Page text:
Thailand's key role in tackling climate emergency

Thailand's key role in tackling climate emergency

Young people carrying placards highlighting their concerns about climate change march to the Natural Resources and Environment Ministry to urge the government to take action. (Photo: Chanat Katanyu)
Young people carrying placards highlighting their concerns about climate change march to the Natural Resources and Environment Ministry to urge the government to take action. (Photo: Chanat Katanyu)

Friends and allies are coming together to support Thailand in taking bold action on climate change. Less than a year after Thailand experienced its worst drought in 40 years, forest fires wreaked havoc in Chiang Mai for the third consecutive year in 2021, contributing to toxic air quality. This is not a coincidence -- increased fires are just one example of how climate change is already impacting Thai people. In fact, Thailand is among the 10 countries most impacted by extreme weather events linked to climate change.

As international partners of Thailand, we see the impacts here and around the world. In the Maldives, climate change represents an existential threat to the country; its impacts are already being felt across all economic and social sectors, but a sea level rise of even one metre would cause the loss of its entire land area. While the impacts of climate change are heightened for vulnerable nations such as the Maldives, no nation is immune from the climate crisis, and an urgent global effort is necessary to tackle it.

Every country has an important role to play in this at the global level. The Intergovernmental Panel on Climate Change says we have only until 2030 to cut global greenhouse gas emissions by 45-50% and so limit global warming to 1.5C. Warming beyond this -- even half a degree -- will significantly worsen the risks of drought, floods, extreme heat and sea-level rise, and exacerbate poverty for hundreds of millions of people. Longer-term, the plan must be to achieve net zero emissions (i.e. the amount of emissions added to the global atmosphere is no more than what is taken out) between 2050 and 2070.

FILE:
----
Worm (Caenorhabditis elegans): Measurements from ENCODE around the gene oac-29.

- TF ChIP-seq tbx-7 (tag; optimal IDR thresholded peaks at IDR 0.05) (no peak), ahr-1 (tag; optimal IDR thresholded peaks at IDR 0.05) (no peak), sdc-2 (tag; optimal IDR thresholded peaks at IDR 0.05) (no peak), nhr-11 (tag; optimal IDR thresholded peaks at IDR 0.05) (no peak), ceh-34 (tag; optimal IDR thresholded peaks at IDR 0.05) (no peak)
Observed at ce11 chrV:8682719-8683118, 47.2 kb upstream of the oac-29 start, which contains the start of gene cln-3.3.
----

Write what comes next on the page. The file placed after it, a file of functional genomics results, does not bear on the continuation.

Across the world over 110 nations, including our own, have committed to reach net zero emissions by 2050. The Maldives has actually committed to achieving net zero emissions by 2030 with adequate and sustainable support. Most recently in this region, South Korea, Japan and Laos have joined this commitment. China has committed to being net zero by 2060.

Thailand is the 20th largest emitter of greenhouse gas emissions; what Thailand does nationally will echo globally. It has committed to cutting emissions by 20-25% by 2030 (compared to projected business-as-usual levels). Last year the country succeeded in meeting the Nationally Appropriate Mitigation Action goal of reducing emissions by 7-20%. As a higher middle-income country with strong leaders and plentiful resources, Thailand can set the standard for reducing emissions to embrace the many economic, health and social benefits of a low-carbon economy.

Sectoral advances, such as Thailand's recent plans to increase use of renewable energy sources and produce and use more electric vehicles, are crucial in this transition. We congratulate Thailand on these steps. However, concerted climate action will also require a whole-of-society approach and cross-governmental coordination.

In March, Thailand took a key step towards this when the National Climate Change Committee approved a draft of Thailand's first Climate Change Act for submission to the cabinet. This act is critical to coordinate action on climate change across the Thai government and to join the world in addressing its underlying causes.

Given Thailand's achievements to date, we hope that Thailand will revisit its current 2030 target -- as many other countries have -- ahead of the COP26 global climate change negotiations in November. Much of the world has now answered the call for urgent greater collective action. Joining our countries and others in announcing a commitment to net zero emissions would also be a strong signal.

We know that the country has the potential for this; for example, Thailand's rich endowment of forests and natural resources provides one of the most effective and cost-efficient ways for it to reach further on climate goals, while also promoting well-being. Decreasing the use of fossil fuels and increasing the share of renewable energy also have massive benefits. Thailand has significant and largely untapped potential for solar and bioenergy. Developing this will improve air quality, decrease energy dependency, lower energy costs and boost job creation.

As partners, we are ready to assist Thailand in accessing global resources to meet any commitment it chooses to make.

Thailand's Climate Change Act marks an important step towards action on climate change. We hope it will lead to further emissions reductions, allowing Thailand to become a regional leader in climate change mitigation and confirming its strong commitment to the 2030 Agenda and the Sustainable Development Goals. We look forward to continuing to support Thailand in these efforts.

Brian Davidson CMG is UK Ambassador to Thailand, Lorenzo Galanti is Ambassador of Italy to Thailand, Michael Heath is Charge d'Affaires of the US Embassy in Thailand, Mohamed Jinah is Ambassador of the Republic of Maldives in Thailand, Thierry Mathou is Ambassador of France to Thailand, Renaud Meyer is the UNDP Resident Representative to Thailand, Kees Rade is Ambassador of the Kingdom of the Netherlands to Thailand, Georg Schmidt is Ambassador of Germany to Thailand and Pirkka Tapiola is the EU Ambassador to Thailand.

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